Gate-First or Gate-Last?
There are two major approaches to HKMG implementation, gate-first or gate-last, depending on whether the gate is formed before or after high-temperature anneals required for the source-drain. Figure 2 shows process flows for these approaches. There are multiple trade-offs involved with this decision:
- Constrained layouts for Gate-Last: The Gate-Last process requires a Polish (CMP) step at the end. Due to this, layouts are constrained and layout density may be impacted versus a Gate-First process. Companies are being forced to use constrained layouts due to litho issues anyway, so many foundries such as TSMC don’t consider this a major issue.
- Improved strain: The gate-last process enhances strain effects on transistor performance quite significantly, leading to better performance. See this paper for more details.
- pMOS work-function: Due to its thermal profile, a gate-first process has several challenges with achieving the 5eV pMOS work-function required for high-performance (low Vt) applications. A gate-last process fares much better. More details can be found here.
- Thermal budget issues: During gate-first processing, temperatures in the 900C+ range are used, which are higher than the crystallization temperature for hafnium oxide. Crystallization can produce grain boundaries, which may potentially lead to variability, spatially varying electric fields (reduced mobility) and higher trap density. To avoid crystallization issues, many companies dope other materials such as Si into Hafnium oxide, which unfortunately lowers the effective k. High T can also lead to thicker interfacial oxide between the silicon and the high k dielectric. The number of gate electrode choices that can withstand high T is limited too, which makes finding a solution harder.
Companies have experimented with MOCVD and ALD for high k dielectric deposition. It certainly looks like Dr. Bob should choose ALD... research indicates its film characteristics are better than MOCVD, and it offers better uniformity, surface roughness and thickness control. For ALD Hafnium Oxide deposition itself, two precursors are commonly used – TEMAHf (liquid source) and Hafnium Chloride (solid source). The Hafnium Chloride source has been found by several researchers to have positive attributes such as lower leakage, higher density and/or smoothness. So, Dr. Bob’s strategy should probably be – do ALD Hafnium Oxide with a Hafnium Chloride solid source.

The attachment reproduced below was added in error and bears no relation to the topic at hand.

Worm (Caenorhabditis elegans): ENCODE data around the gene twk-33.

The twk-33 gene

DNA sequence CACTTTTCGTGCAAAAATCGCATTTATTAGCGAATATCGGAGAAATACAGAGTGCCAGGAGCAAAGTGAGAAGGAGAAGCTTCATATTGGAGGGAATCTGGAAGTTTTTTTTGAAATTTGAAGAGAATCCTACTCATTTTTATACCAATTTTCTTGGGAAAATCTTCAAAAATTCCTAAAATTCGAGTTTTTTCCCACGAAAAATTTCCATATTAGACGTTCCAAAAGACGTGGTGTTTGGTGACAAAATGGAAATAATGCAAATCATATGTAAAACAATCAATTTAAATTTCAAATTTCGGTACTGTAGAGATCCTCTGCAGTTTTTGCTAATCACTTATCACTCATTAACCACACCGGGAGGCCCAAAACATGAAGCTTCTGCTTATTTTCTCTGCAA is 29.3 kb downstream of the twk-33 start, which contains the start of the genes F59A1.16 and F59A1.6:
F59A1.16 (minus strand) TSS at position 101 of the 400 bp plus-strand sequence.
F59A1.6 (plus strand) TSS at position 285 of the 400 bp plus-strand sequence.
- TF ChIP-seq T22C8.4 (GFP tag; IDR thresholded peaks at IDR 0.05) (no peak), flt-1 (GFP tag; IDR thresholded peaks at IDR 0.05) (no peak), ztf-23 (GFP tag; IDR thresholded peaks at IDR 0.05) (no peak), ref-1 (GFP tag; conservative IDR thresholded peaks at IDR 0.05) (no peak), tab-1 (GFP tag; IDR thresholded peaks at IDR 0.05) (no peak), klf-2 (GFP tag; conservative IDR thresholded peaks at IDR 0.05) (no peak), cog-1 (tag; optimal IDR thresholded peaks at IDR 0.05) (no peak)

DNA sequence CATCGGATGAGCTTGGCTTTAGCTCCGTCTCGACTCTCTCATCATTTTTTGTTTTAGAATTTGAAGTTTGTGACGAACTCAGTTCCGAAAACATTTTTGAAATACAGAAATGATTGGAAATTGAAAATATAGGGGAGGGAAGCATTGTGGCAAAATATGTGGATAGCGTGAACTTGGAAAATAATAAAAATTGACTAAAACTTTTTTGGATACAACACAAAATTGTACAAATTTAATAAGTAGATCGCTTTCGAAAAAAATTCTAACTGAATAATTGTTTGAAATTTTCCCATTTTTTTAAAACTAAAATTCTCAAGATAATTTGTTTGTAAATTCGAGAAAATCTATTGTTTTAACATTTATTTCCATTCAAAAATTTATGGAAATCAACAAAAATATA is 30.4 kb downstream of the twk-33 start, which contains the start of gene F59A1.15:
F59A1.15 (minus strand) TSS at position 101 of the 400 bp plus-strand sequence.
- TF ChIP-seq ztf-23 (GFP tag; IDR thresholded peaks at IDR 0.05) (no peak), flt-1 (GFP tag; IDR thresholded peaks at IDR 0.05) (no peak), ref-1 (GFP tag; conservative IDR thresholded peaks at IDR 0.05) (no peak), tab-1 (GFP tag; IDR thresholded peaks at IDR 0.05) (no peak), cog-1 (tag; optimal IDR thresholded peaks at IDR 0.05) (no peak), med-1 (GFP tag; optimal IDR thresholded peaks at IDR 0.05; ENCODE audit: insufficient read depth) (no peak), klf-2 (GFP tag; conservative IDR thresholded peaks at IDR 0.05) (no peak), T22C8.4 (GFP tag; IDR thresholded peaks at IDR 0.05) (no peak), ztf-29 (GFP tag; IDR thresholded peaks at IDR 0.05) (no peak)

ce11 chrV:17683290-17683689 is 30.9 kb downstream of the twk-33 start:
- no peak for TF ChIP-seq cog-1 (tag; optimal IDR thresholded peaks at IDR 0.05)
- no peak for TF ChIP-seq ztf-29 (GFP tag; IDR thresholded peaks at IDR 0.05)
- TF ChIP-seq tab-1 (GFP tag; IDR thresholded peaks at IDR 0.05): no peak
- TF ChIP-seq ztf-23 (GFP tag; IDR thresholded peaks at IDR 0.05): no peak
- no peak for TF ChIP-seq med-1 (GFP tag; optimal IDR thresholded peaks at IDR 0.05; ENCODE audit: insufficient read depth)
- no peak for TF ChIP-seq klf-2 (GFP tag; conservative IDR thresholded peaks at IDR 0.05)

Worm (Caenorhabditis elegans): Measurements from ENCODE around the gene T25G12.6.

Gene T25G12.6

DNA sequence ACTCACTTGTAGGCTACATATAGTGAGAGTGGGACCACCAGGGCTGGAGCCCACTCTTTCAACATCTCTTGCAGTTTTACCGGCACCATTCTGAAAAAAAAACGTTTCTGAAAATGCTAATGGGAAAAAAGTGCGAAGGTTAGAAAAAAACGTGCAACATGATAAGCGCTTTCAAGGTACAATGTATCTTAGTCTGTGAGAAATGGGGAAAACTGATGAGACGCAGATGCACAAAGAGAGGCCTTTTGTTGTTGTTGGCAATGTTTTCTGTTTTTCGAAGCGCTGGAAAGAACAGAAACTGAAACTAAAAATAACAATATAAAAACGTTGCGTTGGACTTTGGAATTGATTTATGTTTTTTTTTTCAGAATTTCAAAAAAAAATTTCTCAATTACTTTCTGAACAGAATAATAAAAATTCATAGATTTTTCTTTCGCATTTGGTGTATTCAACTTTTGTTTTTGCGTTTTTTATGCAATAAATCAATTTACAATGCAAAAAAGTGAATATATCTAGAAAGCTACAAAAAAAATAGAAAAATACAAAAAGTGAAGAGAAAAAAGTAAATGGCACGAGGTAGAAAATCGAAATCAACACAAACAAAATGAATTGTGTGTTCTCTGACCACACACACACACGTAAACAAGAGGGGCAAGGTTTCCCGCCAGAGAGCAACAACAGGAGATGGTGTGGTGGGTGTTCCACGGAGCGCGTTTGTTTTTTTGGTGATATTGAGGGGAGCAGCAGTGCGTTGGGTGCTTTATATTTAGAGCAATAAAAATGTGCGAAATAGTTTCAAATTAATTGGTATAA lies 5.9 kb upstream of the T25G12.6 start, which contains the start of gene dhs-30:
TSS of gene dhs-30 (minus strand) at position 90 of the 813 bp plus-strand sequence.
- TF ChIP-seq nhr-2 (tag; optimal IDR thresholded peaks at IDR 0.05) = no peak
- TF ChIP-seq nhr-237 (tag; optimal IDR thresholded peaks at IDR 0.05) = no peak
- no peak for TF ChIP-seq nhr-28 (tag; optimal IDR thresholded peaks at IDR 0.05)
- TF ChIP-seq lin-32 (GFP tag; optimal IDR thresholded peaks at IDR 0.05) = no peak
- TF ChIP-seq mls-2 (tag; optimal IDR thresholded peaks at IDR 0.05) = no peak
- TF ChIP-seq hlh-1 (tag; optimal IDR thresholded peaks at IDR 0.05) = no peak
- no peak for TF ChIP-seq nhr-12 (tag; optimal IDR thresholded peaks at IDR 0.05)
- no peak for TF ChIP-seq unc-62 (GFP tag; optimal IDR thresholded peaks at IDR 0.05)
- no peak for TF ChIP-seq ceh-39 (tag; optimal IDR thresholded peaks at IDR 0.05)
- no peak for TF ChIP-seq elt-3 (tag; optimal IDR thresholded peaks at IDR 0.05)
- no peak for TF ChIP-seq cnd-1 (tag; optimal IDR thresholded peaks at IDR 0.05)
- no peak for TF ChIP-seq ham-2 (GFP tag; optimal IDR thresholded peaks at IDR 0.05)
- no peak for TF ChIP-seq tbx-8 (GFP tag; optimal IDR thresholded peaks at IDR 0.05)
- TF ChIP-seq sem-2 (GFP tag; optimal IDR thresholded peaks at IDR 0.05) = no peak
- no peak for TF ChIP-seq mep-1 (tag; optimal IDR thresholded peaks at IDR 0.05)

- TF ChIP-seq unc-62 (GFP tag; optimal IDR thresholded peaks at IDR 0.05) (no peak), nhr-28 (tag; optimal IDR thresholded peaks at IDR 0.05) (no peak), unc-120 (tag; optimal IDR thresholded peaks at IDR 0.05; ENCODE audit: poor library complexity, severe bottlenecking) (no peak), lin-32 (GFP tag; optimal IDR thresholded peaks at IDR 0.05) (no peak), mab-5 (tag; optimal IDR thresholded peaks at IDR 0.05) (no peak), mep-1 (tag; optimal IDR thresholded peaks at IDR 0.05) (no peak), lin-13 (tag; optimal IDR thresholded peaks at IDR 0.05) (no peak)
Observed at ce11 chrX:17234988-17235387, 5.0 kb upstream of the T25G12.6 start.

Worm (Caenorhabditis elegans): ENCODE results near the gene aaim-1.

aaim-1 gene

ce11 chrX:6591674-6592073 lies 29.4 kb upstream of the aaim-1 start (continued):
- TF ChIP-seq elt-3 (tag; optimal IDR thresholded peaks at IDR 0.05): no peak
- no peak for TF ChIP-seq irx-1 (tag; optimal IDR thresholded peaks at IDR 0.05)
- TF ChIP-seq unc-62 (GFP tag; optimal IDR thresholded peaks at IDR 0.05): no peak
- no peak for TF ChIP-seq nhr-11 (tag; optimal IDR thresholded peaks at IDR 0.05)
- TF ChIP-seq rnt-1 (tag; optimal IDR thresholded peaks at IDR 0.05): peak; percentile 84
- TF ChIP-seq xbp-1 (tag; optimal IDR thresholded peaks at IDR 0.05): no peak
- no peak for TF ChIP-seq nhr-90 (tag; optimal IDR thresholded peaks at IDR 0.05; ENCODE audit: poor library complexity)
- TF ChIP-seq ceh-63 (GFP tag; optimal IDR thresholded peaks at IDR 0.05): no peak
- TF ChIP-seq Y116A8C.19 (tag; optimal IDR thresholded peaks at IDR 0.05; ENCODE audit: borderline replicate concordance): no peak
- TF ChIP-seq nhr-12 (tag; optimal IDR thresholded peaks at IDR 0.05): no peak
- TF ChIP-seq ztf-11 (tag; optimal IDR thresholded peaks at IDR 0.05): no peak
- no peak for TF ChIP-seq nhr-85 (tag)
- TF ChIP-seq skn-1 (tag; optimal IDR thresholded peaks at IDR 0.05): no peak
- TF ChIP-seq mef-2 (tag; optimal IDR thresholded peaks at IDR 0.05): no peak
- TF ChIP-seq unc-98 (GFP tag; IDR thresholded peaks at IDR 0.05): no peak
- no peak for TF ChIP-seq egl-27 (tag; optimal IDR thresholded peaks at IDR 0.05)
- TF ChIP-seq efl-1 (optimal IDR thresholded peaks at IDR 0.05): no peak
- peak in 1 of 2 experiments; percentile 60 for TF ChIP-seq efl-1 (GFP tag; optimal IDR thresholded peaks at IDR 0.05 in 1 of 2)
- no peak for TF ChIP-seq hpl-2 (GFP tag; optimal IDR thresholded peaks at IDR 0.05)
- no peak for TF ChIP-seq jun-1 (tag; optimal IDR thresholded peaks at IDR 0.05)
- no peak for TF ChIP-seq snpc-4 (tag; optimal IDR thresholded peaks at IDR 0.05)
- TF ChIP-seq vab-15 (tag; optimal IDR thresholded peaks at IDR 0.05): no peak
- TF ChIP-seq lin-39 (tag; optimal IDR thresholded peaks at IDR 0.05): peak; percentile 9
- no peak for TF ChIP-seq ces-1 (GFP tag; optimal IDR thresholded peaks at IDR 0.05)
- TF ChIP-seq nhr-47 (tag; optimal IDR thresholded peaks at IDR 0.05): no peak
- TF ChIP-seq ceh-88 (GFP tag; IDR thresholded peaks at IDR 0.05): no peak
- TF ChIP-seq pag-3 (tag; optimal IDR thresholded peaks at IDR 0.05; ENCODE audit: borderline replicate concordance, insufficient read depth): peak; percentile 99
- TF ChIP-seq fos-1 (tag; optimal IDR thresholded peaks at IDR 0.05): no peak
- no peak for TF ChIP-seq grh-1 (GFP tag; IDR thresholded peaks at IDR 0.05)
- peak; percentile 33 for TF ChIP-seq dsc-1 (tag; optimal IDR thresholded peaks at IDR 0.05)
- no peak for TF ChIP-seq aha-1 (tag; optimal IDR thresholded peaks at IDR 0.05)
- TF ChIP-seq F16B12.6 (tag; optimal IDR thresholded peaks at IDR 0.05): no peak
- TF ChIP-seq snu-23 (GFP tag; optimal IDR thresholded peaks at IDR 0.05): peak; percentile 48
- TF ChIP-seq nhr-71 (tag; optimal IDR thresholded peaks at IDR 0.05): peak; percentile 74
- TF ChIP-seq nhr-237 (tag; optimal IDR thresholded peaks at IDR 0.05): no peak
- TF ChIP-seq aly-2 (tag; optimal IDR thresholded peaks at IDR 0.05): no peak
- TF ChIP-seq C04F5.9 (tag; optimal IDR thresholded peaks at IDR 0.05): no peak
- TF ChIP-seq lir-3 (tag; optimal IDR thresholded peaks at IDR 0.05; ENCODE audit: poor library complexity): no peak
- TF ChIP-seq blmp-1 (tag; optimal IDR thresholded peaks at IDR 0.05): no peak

Dope with Si or N?
Several gate dielectrics have been explored: Hafnium oxide, HfSiO and HfSiON. Each of these has its own tradeoffs. HfSiO has a lower k value than Hafnium oxide, but could provide higher crystallization temperature and higher mobility. Additional N incorporation into HfSiO could provide increased thermal stability and improve effective k value, but reduces mobility. To get the highest k film for a Gate-Last process, Dr. Bob should probably go with Hafnium oxide – interfacial silicon oxide and HfSiO form during the Hafnium Oxide deposition anyway, which helps with mobility issues.
Metal Gate Materials
Companies use TiN, TiAlN, TiSiN, TaN, TaAlN, TaSiN. Work functions of these materials can be tuned by changing the percentage of different elements in the compound and also by adding cap layers. Dr. Bob should play with these different materials smartly and tune work function based on his requirements.
One of the reasons why foundries have struggled with HKMG is because they’ve gone into research mode and tried to invent too many things. For example, if one starts evaluating 3 different gate dielectrics each in combination with 4 deposition recipes, 5 gate electrodes and 5 etch/clean recipes, that will lead to 3*4*5*5 = 300 different experiments and 1-2 years of work!! A good project manager would use his judgment, prior work and theoretical understanding to simplify the sample space and prevent his team from getting lost in wrong directions. With Dr. Bob focusing his team on gate-last, ALD deposition of Hafnium Oxide with Hafnium Chloride precursors and use of TiN/TiAlN metal gates, they can make it to manufacturing much faster, can’t they? I’d like to add that even after these strategies are selected, the HKMG problem is a hugely challenging one... Intel, which has successfully taken HKMG to production for two generations, calls it the biggest change to transistors since the 1970s!
The other issue to consider is how we are making dramatic changes to transistor architecture almost every generation. Even before we recovered from HKMG, many companies are taking the Finfet into production! How long will companies continue “band-aiding” 2D scaling? Will they go the monolithic 3D route instead? When you scale with monolithic 3D, you use the same feature size and transistors and just add additional device layers... your wires are shorter and you don’t need new litho tools or major transistor overhauls!
- Post by Deepak Sekar